Sunday, July 06, 2008

Anti-sleaze rules come back to haunt Cameron...

More whiffs of Tory sleaze today - less than 48 hours after Boris Johnson's Deputy Mayor was forced to resign facing a whole series of allegations. David Cameron is now under pressure to take action against his sidekick George Osborne who is accused of breaking Tory rules by accepting up to £10,000 for a speech in Jersey.

I have to say Osborne's defence when questioned by Andrew Marr on the BBC this morning appeared decidedly dodgy...

He insisted he didn't break anti-sleaze rules by taking between £5k and £10k, as well as complimentary flights and accommodation from the Jersey Institute of Directors.

His problem is that Tory guidelines clearly state:

'Shadow Ministers should not solicit fees for broadcuasting, speaking engagements and articles. Fees should not be accepted if the subject matter relates directly to your Shadow Ministerial responsibilities.'

Ironically, we know what those rules say thanks to Mr Osborne's previous rather questionable conduct.

They were made public a few months ago when wee Georgie faced an investigation by the House of Commons Standards Committee into donations.

Then, the Committee upheld the complaints against him.

Other Tory frontbenchers now facing similar conflict of interest claims include Shadow schools secretary Michael Gove said to have received a donation from the director of an independent boarding school.

And Gove's deputy Tim Loughton apparently earns up to £35k a year as director of a company that provides camera equipment for schools.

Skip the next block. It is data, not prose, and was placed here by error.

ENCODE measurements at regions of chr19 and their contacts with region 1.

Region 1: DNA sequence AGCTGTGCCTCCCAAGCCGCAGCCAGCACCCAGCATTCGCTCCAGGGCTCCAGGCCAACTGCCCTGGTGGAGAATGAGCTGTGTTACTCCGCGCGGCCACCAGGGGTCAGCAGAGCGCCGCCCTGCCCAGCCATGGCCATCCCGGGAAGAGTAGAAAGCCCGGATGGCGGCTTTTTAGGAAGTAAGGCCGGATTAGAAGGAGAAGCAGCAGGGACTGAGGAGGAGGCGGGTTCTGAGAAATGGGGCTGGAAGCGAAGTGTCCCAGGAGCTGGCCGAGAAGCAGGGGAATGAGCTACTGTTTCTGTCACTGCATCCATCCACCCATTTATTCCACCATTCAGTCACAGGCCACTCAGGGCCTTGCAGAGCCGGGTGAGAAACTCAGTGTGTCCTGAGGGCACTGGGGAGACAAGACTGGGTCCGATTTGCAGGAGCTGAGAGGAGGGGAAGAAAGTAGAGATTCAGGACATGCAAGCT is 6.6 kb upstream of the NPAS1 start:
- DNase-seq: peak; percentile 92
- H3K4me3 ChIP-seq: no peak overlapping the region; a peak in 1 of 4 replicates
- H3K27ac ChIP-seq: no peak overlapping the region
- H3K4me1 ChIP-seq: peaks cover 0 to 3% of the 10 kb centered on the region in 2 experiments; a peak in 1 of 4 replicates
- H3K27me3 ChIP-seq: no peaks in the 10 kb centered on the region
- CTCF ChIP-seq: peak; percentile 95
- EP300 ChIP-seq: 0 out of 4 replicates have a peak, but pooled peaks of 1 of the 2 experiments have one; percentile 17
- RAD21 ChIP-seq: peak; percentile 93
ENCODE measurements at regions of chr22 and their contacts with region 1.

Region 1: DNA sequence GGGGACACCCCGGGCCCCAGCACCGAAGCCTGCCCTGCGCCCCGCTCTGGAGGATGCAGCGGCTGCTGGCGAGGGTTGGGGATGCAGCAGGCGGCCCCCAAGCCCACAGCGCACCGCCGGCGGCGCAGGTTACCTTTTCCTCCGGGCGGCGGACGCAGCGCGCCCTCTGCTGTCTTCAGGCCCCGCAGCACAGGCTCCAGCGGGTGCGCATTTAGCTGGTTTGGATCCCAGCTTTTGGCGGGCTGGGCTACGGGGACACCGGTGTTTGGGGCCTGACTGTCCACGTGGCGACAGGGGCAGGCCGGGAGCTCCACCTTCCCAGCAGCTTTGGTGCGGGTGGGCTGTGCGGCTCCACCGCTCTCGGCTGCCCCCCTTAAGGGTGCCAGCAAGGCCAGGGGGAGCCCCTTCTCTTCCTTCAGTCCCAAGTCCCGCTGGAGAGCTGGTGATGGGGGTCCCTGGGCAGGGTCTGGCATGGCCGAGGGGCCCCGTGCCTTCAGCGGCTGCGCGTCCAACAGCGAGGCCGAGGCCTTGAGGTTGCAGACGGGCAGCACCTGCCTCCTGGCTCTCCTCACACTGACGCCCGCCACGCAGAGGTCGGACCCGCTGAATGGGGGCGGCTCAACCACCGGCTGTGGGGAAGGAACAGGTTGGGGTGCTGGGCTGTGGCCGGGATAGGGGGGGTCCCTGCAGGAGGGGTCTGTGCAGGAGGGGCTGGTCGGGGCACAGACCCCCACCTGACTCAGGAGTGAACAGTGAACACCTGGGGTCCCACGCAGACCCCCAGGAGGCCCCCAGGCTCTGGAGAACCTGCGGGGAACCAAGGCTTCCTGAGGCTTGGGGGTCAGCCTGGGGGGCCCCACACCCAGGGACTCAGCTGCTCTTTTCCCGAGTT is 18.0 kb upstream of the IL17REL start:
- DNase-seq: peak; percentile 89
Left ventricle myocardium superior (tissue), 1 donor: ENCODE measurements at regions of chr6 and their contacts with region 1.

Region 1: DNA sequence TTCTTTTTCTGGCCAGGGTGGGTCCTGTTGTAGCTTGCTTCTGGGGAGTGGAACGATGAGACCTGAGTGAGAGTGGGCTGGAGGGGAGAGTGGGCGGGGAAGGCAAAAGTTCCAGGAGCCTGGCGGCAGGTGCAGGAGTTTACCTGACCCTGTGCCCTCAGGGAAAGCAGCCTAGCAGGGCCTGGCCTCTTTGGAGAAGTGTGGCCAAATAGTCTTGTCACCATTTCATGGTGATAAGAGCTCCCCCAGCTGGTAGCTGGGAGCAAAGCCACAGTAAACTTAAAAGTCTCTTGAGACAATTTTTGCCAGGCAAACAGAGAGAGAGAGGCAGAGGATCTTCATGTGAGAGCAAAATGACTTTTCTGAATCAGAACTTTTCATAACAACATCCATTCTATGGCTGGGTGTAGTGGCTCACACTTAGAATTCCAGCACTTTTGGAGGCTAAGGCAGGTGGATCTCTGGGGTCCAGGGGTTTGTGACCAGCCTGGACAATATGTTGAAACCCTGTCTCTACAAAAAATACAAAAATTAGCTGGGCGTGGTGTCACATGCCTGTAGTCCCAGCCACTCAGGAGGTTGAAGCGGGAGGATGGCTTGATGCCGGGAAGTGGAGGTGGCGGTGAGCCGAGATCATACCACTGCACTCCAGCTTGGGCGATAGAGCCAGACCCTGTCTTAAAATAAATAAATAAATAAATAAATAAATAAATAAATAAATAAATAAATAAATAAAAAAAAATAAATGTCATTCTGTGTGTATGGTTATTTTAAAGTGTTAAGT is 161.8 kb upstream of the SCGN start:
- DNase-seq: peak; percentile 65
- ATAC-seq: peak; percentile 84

Will Cameron enforce his own rules, or will he back wee Georgie and the rest...?

What do you think?


Anonymous said...

Must be taking after Labour.

Anonymous said...

I hate to be all sanctimonious about this but I am a lone parent carer for an autistic young person.

I recently travelled quite a distance to speak to a gathering of carers and disabled people organised by a charity about certain aspects of being a carer and how this might highlight policies/experiences for other carers and how they might be able to support the people with disabilties in their care.

I was not paid a fee and would not have accepted one. Nor did I after the event claim back my travel expenses.

I did not claim back my travel expenses since I thought that the charity's money was probably better spent elsewhere and in this respect differs from the Osborne case in that the organisation he spoke to clearly had lots of money to slosh around.

But as for a fee. Its really not that difficult not to be paid.

The difference between his need for money and mine?

Any claim by the Tories to be concerned about 'the poor' is patent nonsense.

He could speak for free in the name of service to the public (if that's what his speech was).

He could also if he wanted support redistribution of some of the wealth which he probably does not need to those of us who do but by dint of circumstances lack. And I don't mean dropping some shillings in a cap.